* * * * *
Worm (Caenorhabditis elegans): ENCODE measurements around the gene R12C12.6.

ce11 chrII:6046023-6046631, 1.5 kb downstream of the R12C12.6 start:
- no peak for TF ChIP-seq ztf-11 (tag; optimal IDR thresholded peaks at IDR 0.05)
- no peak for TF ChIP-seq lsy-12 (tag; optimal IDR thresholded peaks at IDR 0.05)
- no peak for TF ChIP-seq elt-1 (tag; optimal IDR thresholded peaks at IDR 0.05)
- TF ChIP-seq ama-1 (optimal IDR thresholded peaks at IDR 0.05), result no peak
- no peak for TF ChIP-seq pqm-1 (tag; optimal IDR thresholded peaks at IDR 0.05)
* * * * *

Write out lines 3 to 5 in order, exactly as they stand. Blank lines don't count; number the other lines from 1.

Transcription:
- no peak for TF ChIP-seq ztf-11 (tag; optimal IDR thresholded peaks at IDR 0.05)
- no peak for TF ChIP-seq lsy-12 (tag; optimal IDR thresholded peaks at IDR 0.05)
- no peak for TF ChIP-seq elt-1 (tag; optimal IDR thresholded peaks at IDR 0.05)